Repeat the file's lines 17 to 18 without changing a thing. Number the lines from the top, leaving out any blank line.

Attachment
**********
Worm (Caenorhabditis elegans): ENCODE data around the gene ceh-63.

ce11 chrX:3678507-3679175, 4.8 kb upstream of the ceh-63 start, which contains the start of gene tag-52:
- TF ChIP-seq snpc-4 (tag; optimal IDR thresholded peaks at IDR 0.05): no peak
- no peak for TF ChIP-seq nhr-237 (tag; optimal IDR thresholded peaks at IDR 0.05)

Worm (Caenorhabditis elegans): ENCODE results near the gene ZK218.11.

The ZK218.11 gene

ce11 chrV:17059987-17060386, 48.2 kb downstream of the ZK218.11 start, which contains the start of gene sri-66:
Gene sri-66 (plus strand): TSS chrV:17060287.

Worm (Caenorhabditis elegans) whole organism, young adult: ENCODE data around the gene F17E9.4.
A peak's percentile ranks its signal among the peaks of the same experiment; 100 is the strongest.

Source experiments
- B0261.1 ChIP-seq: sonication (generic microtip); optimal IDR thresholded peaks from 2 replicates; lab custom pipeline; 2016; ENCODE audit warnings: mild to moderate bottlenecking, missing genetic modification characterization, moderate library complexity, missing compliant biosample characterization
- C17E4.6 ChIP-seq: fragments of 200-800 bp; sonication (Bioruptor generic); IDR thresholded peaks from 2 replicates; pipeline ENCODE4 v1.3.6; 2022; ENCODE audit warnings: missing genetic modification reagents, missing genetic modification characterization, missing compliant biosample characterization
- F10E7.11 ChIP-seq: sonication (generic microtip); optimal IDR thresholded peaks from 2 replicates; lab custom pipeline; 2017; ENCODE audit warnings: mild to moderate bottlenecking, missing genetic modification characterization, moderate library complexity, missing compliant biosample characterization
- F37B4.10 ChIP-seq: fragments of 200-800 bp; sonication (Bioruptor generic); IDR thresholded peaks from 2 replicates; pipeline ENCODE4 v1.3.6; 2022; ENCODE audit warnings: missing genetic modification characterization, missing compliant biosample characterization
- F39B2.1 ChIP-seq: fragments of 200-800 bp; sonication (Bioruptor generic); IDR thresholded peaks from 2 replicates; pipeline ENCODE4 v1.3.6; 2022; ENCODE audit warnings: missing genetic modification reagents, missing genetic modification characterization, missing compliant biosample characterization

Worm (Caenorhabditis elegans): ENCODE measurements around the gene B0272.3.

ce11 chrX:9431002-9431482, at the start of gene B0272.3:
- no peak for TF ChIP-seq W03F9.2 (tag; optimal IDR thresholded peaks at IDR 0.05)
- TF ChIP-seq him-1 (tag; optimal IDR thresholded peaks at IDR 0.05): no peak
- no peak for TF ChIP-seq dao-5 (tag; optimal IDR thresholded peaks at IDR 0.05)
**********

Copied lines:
Worm (Caenorhabditis elegans): ENCODE measurements around the gene B0272.3.

ce11 chrX:9431002-9431482, at the start of gene B0272.3: